In October 2016, a three-judge panel of the D.C. Circuit decided PHH Corp. v. CFPB, which was on appeal from Director Cordray's order in an administrative adjudication (discussed further here). The D.C. Circuit essentially decided three issues:
- Constitutionality of the CFPB's structure;
- Scope of the Real Estate Settlement Procedures Act (RESPA) Section 8(c)(2) safe harbor; and
- Applicability of the RESPA three-year statute of limitations to the CFPB pursuing an enforcement action through administrative adjudication.
The court ruled against the CFPB on all three issues. In response, the CFPB filed a petition for rehearing en banc, seeking review of the first two issues. A majority of the active circuit judges on the court is needed to order a rehearing. If granted, the petition would result in a review of the three-judge panel's decision by the full D.C. Circuit.
PHH opposes the petition. The D.C. Circuit invited the U.S. Solicitor General (representing the United States) to file a response to the petition as well, which the Solicitor General filed on December 22, 2016. The United States supports the petition, although its position is not identical to the CFPB's.
In the last two weeks, several parties have moved to intervene in the case in support of the CFPB's petition.
Reactions to Uncertainty: Parties Unsuccessfully Seek To Intervene in PHH Corp. v. CFPB
In a one page per curiam order, the PHH panel of the D.C. Circuit denied several motions by parties seeking to intervene in the appeal. The parties seeking leave to intervene included:
State AGs: Seventeen state attorneys general have filed a motion to intervene in the case – citing the need to protect states' ability to bring actions under the CFPA. To justify their intervention in the case, the state AGs cite a "significant probability" that the new administration may take steps to cause the CFPB to cease defending the case. The concern forwarded by the state AGs is that the CFPB may hold veto power over state enforcement of the Dodd-Frank Act (through 12 U.S.C. § 5542, which provides jurisdiction under the CFPA, but requires a state AG to notify the CFPB when the AG proceeds under the CFPA, and allows the CFPB to intervene as a party). The state AGs argue that such veto power, coupled with the ability of the president to remove the CFPB Director at will, will impair the state AGs' ability to enforce the laws and protect the interests of state citizens.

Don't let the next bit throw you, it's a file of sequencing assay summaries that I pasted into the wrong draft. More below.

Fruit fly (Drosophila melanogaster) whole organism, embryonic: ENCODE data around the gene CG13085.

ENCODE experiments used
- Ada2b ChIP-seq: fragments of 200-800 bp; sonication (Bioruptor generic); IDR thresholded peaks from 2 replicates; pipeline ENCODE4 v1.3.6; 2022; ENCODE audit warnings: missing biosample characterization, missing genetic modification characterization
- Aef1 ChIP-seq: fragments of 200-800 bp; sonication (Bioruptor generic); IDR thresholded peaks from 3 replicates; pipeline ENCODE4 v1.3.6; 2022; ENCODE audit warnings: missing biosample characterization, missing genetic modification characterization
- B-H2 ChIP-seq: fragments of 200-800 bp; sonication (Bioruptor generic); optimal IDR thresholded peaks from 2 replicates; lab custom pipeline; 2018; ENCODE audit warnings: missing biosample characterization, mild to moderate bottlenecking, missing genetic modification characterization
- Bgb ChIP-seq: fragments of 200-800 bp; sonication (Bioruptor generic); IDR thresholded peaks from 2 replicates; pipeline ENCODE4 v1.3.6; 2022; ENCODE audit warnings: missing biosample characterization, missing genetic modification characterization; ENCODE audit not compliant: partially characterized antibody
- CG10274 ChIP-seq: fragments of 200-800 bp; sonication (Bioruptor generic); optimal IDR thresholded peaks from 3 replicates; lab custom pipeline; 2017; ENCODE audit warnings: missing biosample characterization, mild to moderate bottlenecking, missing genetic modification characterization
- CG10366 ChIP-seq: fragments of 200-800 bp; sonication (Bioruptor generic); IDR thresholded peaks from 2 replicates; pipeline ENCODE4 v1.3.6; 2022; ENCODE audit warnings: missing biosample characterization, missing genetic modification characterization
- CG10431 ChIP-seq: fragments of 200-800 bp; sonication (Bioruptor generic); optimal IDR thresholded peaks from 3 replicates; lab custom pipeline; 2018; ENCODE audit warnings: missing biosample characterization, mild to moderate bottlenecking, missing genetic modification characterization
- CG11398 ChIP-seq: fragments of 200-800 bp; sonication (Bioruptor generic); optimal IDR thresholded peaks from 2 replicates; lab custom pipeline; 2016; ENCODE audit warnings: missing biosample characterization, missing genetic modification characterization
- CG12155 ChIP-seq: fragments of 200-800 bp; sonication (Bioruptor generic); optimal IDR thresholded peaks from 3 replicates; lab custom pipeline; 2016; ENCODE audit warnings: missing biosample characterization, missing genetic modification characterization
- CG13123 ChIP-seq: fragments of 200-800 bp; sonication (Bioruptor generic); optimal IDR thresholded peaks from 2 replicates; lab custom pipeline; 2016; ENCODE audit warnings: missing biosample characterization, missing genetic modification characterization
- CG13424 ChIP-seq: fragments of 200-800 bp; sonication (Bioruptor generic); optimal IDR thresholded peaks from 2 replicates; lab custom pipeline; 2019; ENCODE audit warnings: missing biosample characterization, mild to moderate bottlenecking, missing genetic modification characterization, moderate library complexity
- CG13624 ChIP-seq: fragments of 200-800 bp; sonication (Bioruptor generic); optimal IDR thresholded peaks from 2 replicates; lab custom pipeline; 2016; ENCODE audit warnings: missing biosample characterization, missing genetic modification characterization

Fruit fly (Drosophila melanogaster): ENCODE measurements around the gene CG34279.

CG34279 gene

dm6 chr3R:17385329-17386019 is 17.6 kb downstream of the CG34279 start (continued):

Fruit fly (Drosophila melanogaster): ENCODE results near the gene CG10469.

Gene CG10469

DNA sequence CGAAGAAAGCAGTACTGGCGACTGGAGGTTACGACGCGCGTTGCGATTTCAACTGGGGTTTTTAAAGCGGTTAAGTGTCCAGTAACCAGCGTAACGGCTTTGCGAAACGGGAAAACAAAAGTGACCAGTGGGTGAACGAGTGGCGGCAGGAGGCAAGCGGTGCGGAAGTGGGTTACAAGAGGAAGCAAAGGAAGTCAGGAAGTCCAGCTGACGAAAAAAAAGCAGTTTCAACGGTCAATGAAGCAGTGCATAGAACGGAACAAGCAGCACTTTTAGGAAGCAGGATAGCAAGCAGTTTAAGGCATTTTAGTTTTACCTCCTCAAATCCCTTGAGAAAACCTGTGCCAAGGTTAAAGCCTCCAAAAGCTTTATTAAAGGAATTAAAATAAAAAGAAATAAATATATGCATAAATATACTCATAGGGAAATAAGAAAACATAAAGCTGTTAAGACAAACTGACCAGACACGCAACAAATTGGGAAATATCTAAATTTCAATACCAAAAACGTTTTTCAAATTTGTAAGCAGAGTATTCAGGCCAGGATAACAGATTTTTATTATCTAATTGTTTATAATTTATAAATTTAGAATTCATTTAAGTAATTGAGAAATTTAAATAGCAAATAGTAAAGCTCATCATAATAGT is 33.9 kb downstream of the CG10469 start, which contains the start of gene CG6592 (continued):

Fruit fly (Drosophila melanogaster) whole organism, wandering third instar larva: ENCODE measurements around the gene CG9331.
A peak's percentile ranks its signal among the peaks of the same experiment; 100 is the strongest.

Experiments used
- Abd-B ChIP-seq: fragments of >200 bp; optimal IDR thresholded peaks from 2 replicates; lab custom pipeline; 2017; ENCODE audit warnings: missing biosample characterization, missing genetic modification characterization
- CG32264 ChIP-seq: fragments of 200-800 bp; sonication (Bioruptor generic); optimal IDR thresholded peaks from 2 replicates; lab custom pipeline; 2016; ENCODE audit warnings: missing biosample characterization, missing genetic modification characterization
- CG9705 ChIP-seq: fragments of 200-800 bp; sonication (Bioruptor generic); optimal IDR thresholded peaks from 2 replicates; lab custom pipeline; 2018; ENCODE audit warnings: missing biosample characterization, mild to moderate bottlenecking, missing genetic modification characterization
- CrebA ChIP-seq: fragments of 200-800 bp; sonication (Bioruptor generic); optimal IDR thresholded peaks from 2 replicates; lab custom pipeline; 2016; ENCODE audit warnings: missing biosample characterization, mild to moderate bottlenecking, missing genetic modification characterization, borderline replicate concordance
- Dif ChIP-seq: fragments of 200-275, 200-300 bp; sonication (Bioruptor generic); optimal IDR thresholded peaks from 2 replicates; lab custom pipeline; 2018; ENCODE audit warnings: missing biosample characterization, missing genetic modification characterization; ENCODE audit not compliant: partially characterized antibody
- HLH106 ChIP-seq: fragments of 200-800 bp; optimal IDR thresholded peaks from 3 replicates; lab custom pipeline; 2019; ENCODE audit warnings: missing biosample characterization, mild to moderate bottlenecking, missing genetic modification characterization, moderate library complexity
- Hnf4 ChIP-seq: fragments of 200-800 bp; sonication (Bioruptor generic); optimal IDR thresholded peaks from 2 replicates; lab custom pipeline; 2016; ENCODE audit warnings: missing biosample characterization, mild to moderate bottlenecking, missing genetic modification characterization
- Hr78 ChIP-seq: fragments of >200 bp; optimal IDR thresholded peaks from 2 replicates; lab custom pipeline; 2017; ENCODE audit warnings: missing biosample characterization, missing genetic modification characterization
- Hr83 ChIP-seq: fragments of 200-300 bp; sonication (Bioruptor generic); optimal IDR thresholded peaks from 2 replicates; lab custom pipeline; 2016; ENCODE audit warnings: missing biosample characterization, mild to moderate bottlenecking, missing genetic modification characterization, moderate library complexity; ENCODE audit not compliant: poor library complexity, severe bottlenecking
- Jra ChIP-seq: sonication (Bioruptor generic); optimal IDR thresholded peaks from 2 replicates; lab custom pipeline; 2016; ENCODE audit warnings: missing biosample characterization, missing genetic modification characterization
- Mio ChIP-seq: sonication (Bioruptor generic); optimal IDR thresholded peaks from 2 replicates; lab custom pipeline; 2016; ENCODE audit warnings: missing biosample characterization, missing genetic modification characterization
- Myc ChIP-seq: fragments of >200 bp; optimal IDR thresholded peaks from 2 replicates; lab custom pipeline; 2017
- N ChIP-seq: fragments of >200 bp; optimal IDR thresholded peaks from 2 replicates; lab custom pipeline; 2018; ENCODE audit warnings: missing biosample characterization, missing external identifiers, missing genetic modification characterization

Congressional Democrats: Senator Sherrod Brown (D-Ohio) and Representative Maxine Waters (D-Calif.) also have sought to intervene in PHH. Similar to the state AG filing, Brown and Waters cite concerns that the new administration will not adequately defend the case. They also highlight the fact that the CFPB cannot, on its own, petition the Supreme Court for review of the D.C. Circuit's decision (the CFPB may represent itself before the Supreme Court, but must notify the attorney general, who could prohibit the CFPB from filing a petition for a writ of certiorari).
Consumer Advocacy Groups: Several consumer advocacy groups, a credit union, and Maeve Brown, chair of the CFPB's Consumer Advisory Board, also filed a motion to intervene. The movants cite various interests tied to the independent agency status of the CFPB, its director, and its regulations and enforcement activity.
The Solicitor General (and the now-denied motions to intervene) is exclusively interested in the constitutionality of the CFPB's structure, its status as an independent agency, and the single directorship. The focus on the constitutional issues could well occlude the substantive RESPA question – or highlight the importance of the Section 8(c) question (after all, Judge Henderson, concurring in part and dissenting in part in PHH, pointed out that PHH's requested relief did not necessarily require the court to address the constitutional question).
Should the D.C. Circuit deny the CFPB's petition for review, the Bureau would have 90 days in which to file a petition for a writ of certiorari, in an attempt to obtain Supreme Court review. Any petition would require the approval of the Attorney General.